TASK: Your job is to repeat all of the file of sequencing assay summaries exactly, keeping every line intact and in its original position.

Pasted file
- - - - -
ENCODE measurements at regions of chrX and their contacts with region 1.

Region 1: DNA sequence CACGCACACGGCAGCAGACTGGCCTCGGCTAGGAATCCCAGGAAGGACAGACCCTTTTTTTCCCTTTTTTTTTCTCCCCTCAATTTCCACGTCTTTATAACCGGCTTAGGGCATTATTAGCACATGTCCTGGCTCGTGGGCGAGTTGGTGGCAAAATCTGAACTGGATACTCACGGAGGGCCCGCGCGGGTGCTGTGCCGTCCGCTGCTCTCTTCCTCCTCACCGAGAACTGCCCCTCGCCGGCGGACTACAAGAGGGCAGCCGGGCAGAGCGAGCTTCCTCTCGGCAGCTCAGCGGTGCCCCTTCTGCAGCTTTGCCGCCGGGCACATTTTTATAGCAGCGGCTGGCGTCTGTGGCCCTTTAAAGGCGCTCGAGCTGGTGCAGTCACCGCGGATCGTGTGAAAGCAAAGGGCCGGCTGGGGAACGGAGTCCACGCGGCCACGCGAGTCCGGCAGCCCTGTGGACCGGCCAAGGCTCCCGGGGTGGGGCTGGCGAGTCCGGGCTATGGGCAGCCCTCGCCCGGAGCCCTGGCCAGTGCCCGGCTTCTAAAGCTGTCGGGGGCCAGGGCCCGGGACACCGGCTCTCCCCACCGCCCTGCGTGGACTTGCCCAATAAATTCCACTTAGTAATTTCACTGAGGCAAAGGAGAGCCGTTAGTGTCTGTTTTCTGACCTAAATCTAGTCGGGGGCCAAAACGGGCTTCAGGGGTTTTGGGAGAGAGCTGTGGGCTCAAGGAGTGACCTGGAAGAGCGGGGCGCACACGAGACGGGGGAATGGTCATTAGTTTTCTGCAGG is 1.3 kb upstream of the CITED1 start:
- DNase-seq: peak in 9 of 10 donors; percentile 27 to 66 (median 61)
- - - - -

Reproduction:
ENCODE measurements at regions of chrX and their contacts with region 1.

Region 1: DNA sequence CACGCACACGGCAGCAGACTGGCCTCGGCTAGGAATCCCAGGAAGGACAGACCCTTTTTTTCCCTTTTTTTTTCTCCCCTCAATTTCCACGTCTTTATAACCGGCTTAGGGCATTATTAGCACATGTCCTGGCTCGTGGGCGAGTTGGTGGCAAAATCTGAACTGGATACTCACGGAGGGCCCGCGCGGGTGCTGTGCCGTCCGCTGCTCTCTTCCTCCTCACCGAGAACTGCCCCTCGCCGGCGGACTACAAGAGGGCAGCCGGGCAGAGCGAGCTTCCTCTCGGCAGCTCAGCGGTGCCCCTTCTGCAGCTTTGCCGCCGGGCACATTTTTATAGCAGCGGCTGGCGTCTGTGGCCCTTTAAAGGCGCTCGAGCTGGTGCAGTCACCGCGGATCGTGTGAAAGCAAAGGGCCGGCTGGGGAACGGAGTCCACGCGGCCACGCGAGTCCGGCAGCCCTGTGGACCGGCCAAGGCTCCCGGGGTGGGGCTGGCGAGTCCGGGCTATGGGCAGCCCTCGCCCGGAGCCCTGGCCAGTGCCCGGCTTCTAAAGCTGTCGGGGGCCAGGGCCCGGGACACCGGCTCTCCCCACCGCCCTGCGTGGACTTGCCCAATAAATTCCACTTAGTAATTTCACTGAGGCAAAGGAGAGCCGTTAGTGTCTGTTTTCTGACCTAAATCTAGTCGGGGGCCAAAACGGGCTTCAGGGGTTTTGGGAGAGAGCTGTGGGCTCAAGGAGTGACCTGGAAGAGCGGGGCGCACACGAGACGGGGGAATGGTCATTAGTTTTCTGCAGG is 1.3 kb upstream of the CITED1 start:
- DNase-seq: peak in 9 of 10 donors; percentile 27 to 66 (median 61)